NATIONAL CONGENITAL DIAPHRAGMATIC HERNIA AWARENESS MONTH
(Senate - April 19, 2016)

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[Congressional Record Volume 162, Number 60 (Tuesday, April 19, 2016)]
[Page S2195]
From the Congressional Record Online through the Government Publishing Office [www.gpo.gov]




        NATIONAL CONGENITAL DIAPHRAGMATIC HERNIA AWARENESS MONTH

  Mr. SESSIONS. Mr. President, today I wish to discuss S. Res. 408. I 
am delighted that the Senate has unanimously declared April as National 
Congenital Diaphragmatic Hernia Awareness Month for the fourth 
consecutive year. I would like to thank my friend and able colleague, 
Senator Ben Cardin of Maryland, for joining me in this legislation. 
This resolution is very important to me and my family as my grandson 
Jim Beau is a CDH survivor.
  I specifically wanted to speak today, April 19, to commemorate 
Congenital Diaphragmatic Hernia Action Day. Charities and families in 
60 countries and cities all over the U.S. are working together to raise 
CDH Awareness through State and town proclamations, lighted buildings, 
Parades of Cherubs, fundraisers, and other events.
  CDH is a birth defect that occurs when the fetal diaphragm fails to 
fully develop. The lungs develop at the same time as the diaphragm and 
the digestive system. When a diaphragmatic hernia occurs, the abdominal 
organs move into and develop in the chest instead of remaining in the 
abdomen. With the heart, lungs, and abdominal organs all taking up 
space in the chest, the lungs do not have space to develop properly. 
This may cause the lungs to be small and underdeveloped.
  A diaphragmatic hernia is a life-threatening condition. When the 
lungs do not develop properly during pregnancy, it can be difficult for 
the baby to breathe after birth, or the baby is unable to take in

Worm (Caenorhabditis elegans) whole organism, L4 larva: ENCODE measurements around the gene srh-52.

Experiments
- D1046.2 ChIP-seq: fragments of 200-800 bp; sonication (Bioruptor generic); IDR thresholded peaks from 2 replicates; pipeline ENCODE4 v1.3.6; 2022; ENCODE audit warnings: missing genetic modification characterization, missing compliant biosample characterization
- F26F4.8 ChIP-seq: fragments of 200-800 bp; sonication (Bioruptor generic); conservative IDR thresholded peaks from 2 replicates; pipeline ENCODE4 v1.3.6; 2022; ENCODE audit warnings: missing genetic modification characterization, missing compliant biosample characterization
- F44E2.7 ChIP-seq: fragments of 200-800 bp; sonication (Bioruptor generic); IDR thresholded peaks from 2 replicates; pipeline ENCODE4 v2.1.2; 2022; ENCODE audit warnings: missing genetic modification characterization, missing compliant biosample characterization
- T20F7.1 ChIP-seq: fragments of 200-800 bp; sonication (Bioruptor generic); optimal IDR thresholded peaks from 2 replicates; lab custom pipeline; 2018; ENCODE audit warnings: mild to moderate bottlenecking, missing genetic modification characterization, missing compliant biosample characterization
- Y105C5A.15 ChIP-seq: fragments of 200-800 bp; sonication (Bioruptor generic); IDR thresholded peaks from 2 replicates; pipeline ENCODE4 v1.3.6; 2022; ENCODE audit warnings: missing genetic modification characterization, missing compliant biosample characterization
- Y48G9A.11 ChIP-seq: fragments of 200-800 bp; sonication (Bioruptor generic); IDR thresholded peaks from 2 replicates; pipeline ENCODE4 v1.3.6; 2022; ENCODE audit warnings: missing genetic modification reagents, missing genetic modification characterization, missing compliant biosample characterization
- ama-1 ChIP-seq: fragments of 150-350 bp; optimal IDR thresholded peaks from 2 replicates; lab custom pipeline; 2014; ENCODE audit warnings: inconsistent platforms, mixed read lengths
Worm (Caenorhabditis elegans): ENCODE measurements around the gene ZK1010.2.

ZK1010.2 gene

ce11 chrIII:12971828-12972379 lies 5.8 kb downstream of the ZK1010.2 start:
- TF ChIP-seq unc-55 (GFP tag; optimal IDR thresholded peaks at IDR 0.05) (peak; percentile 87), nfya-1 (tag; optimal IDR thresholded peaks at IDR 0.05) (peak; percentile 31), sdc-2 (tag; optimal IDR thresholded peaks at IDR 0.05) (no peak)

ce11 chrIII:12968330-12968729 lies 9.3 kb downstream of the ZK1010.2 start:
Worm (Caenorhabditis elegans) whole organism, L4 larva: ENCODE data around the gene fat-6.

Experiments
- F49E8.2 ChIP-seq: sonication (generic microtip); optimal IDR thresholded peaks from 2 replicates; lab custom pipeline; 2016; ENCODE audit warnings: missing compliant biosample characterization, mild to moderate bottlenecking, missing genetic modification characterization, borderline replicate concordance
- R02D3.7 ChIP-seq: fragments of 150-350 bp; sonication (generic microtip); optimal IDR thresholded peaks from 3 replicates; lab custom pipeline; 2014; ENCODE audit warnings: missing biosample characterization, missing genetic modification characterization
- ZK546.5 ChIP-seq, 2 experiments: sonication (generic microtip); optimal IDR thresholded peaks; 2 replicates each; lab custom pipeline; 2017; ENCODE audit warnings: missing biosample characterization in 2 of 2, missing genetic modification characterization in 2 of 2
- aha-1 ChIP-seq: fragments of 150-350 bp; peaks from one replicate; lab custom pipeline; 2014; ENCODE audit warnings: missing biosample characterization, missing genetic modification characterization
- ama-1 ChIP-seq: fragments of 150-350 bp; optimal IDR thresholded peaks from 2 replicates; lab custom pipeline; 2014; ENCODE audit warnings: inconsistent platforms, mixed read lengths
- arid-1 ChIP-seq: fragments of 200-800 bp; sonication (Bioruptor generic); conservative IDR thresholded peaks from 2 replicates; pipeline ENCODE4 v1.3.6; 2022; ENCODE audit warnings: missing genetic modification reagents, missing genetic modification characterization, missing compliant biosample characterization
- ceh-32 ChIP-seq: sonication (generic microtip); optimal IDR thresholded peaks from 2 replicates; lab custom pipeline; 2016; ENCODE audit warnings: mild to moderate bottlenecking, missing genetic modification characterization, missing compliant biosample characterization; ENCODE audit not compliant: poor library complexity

enough oxygen to stay healthy.
  Several members from the CHERUBS group visited my office yesterday. I 
was encouraged by their good spirit and enthusiasm. These individuals 
have been coming to Capitol Hill every year for the last several years 
to advocate for Federal assistance for this birth defect. Over the last 
4 years, we have made good progress.
  We have seen an increase in funding at the National Institutes of 
Health, NIH. In fiscal year 2015, the NIH funded approximately 
$3,300,000 in CDH research. This is an increase of $800,000 from fiscal 
year 2014. We have also seen an increase in awareness and education. 
But more research is needed. The cause of CDH remains unknown. Most 
cases of diaphragmatic hernia are believed to be multifactorial in 
origin, meaning both genetic and environmental factors are involved. It 
is thought that multiple genes from both parents, as well as a number 
of environmental factors that scientists do not yet fully understand, 
contribute to the development of a diaphragmatic hernia.
  Congenital diaphragmatic hernia is a birth defect that occurs in 1 
out of every 3,836 live births worldwide.
  The CDC estimates that CDH affects 1,088 babies in the U.S. each 
year.
  Every 10 minutes, a baby is born with CDH, adding up to more than 
700,000 babies with CDH since just 2000; yet most people have never 
heard of CDH.
  Up to 20 percent of cases of CDH have a genetic cause due to a 
chromosome defect or genetic syndrome.
  According to the CDC, babies born with CDH experience a high 
mortality rate ranging from 20-60 percent depending on the severity of 
the defect and the treatments available at delivery. The mortality rate 
has remained stable since 1999.
  Approximately 40 percent of babies born with CDH will have other 
birth defects, in addition to CDH. The most common is a congenital 
heart defect.
  Awareness, good prenatal care, early diagnosis, and skilled treatment 
are the keys to a greater survival rate in these babies. That is why 
this resolution is so important.
  In 2009, my grandson Jim Beau was diagnosed with CDH during my 
daughter Mary Abigail's 34th week of pregnancy. At that time, no one in 
my family had heard of CDH before. My family was very lucky that Jim 
Beau's defect was caught before he was born and that he was in the 
right place to receive excellent care for his CDH.
  He is now a happy, rambunctious 6-year-old.
  The resolution Senator Cardin and I introduced is important because 
it will bring awareness to this birth defect, and this awareness will 
save lives. Although hundreds of thousands of babies have been 
diagnosed with this defect, the causes are still unknown, and more 
research is needed. Every year more is learned and there are more 
successes. We are making good progress, and we must continue these 
efforts.
  I want to thank my colleagues for joining me in supporting this 
legislation to bring awareness to CDH.
  I thank the Chair.

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